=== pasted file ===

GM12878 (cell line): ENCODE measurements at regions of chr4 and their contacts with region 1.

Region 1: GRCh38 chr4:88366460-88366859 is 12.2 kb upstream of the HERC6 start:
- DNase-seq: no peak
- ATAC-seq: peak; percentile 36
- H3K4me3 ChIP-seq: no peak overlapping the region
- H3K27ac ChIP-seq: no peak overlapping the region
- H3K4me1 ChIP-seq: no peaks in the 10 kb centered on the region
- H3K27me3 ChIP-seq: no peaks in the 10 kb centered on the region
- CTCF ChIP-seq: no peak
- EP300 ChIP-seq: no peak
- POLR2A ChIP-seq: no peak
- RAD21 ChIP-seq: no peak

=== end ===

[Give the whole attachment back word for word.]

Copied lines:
GM12878 (cell line): ENCODE measurements at regions of chr4 and their contacts with region 1.

Region 1: GRCh38 chr4:88366460-88366859 is 12.2 kb upstream of the HERC6 start:
- DNase-seq: no peak
- ATAC-seq: peak; percentile 36
- H3K4me3 ChIP-seq: no peak overlapping the region
- H3K27ac ChIP-seq: no peak overlapping the region
- H3K4me1 ChIP-seq: no peaks in the 10 kb centered on the region
- H3K27me3 ChIP-seq: no peaks in the 10 kb centered on the region
- CTCF ChIP-seq: no peak
- EP300 ChIP-seq: no peak
- POLR2A ChIP-seq: no peak
- RAD21 ChIP-seq: no peak